December 18, 2013 00:00 By Tarisa Watanagase Special to
The amnesty bill demonstrated that abuse of power is all too easy under our current system - reforms are urgently needed
Nationwide protests have been ongoing since early November, ignited by a highly controversial amnesty bill. The bill was originally proposed by the government to “heal the political divide” by granting a blanket amnesty to ordinary participants in the numerous political protests since the military coup in 2006 which ousted Thaksin Shinawatra, brother of the current prime minister. The bill was modified in its second reading to pardon protest leaders and those involved in the 2010 riots, in which pro-Thaksin supporters torched government buildings and major department stores. The riots led to clashes with authorities, resulting in over 90 deaths, many with bullet wounds from sources that have yet to be identified. Furthermore, the pardon would have extended to corruption cases brought in the aftermath of the coup, including those against Thaksin.
But perhaps most shocking is the bill’s extension back to 2004, two years before the coup, when the Thaksin regime brutally cracked down on a group of protesters in Tak Bai, southern Thailand.
Police allegedly fired into the crowd, killing seven. The remainder were arrested and stacked on top of one another in trucks to be transported to a military camp in a neighbouring province. By the time they reached their destination, 78 detainees had died of suffocation. If the current government cites the unconstitutional nature of the coup as evidence for the illegitimacy of the corruption charges issued in its aftermath, on what grounds would amnesty be justifiable for the Tak Bai killings, which took place under a democratically elected government?
Thailand is no stranger to corruption and political exploitation. Respondents in a June 2013 survey estimated that 30-35 per cent of government and state-enterprise project funding is lost to corruption, most going into the deep pockets of politicians. Transparency International’s Corruption Index ranked Thailand at 88 out of 176 countries in 2012, with a score of 37 out of 100. The ranking then dropped further to 102 out of 177 countries with a score of 35.
In that context, the audacity of this amnesty bill is unprecedented. If passed, it would compromise the already weak moral institutions of the country with a blatant message that crime can go unpunished. How could Parliament push and vote for a bill that deviates substantially from the principles adopted in its first reading, violates the human rights principles, overrides the verdict of the court, and promotes immoral and fraudulent behaviour despite widespread protests?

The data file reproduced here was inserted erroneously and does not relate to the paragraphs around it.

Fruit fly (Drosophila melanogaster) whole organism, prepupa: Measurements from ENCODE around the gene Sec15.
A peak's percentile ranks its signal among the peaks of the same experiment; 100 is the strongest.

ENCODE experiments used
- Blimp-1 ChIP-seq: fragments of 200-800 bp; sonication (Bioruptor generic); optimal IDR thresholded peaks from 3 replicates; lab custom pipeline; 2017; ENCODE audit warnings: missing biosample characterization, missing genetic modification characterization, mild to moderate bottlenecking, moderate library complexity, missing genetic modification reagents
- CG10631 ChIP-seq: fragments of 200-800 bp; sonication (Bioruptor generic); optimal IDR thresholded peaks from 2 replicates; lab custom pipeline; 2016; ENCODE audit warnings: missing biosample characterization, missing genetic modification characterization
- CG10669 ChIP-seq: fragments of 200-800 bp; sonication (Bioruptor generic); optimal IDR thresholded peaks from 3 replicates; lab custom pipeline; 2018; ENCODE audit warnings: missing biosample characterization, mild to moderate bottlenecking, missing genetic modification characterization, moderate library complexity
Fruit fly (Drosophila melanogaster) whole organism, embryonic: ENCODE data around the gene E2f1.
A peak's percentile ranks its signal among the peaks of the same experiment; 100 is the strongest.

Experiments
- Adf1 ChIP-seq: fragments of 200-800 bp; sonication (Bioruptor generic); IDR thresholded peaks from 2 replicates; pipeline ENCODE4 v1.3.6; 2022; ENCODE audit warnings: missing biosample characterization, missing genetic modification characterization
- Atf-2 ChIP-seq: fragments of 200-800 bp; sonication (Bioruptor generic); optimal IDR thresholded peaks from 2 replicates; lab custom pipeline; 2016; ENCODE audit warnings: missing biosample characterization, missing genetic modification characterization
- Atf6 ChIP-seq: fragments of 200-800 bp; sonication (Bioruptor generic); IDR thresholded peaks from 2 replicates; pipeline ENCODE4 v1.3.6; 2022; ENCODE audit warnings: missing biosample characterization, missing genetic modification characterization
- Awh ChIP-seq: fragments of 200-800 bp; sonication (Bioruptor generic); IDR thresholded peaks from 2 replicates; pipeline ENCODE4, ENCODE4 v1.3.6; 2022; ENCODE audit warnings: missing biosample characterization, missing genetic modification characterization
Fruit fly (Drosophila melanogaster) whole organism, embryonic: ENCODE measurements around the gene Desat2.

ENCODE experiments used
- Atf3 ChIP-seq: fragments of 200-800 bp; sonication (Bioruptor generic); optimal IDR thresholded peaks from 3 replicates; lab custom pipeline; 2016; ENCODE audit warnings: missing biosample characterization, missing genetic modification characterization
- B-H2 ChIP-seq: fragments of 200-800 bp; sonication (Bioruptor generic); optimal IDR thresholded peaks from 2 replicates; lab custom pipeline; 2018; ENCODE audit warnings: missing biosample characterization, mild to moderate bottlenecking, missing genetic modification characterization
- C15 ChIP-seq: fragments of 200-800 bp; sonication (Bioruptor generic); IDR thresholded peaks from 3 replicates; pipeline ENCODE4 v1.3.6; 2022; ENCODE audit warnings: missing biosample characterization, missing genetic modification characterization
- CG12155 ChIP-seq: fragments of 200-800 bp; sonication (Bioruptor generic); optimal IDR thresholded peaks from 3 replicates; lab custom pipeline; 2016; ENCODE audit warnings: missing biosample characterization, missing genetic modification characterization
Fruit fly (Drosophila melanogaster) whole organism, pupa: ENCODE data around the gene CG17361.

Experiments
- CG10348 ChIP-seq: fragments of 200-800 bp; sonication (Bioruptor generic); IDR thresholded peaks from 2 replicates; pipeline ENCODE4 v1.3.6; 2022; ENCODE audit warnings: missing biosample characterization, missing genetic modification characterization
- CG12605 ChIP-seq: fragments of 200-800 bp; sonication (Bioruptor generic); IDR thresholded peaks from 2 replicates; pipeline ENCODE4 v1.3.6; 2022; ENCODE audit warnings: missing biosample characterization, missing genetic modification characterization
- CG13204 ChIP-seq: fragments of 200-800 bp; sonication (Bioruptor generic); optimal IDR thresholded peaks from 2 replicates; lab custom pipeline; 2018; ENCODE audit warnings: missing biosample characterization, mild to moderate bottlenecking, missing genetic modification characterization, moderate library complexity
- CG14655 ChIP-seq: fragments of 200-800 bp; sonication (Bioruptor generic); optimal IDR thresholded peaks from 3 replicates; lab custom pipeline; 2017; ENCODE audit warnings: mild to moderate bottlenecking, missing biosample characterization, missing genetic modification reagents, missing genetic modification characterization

The answer: under the guise of “democracy”.
With its absolute majority in Parliament, the ruling Pheu Thai Party claims a mandate given by the majority of Thais that gave it the right to proceed with the amnesty. With parliamentary checks and balances out of order, protesters took to the streets in the hope that their voices may be heard by the Senate. The Senate did reject the bill later and the government has now promised to withdraw it, even though the Constitution allows Parliament to revive it after 180 days. But public trust has been difficult to regain now that the government has lost credibility.
The world recently witnessed with frustration Washington’s debt-ceiling saga and resulting government shutdown. It provided a vivid example of how even the world’s most advanced democracy can be flawed. In this case, however, one can reasonably expect US voters to vent their anger in the next election. Unfortunately for Thailand, where political problems are deeply rooted in its economic, educational and societal divides between the urban rich and the rural poor, problems cannot be solved with a simple spoonful of democracy leading to a change for the better at the next election. When the priority of the rural poor is to put food on the table, political interests and the sustainable future of the country become secondary. Voting can be easily manipulated by politicians with questionable moral standards and consciences. Simply holding elections does not guarantee a democratic outcome, which is why the demonstrators are now calling for political reform rather than accepting the default democracy. While the West’s perspective on politics in developing countries is usually that democratically elected governments represent the will of the people and are therefore legitimate, this view ignores the fundamental differences in socio-economic conditions which may render conventional democratic strategies impractical.
Objectively speaking, democracy is a long-term goal. The immediate concerns are reducing inequality on all fronts, as this is a prerequisite for a resilient and better-functioning democracy. However, to get our representatives to put the public interest ahead of personal gain, mechanisms must be established. Expanding the size of constituencies so as to make vote-buying a significantly costlier business, improving scrutiny of candidates by focusing more on transparency and their track records, and ensuring better checks and balances both by the public and independent bodies, are a few examples.
Blindly supporting an elected regime and condemning any action against it as undemocratic will only promote pseudo-democracy.
Tarisa Watanagase is a former Bank of Thailand governor.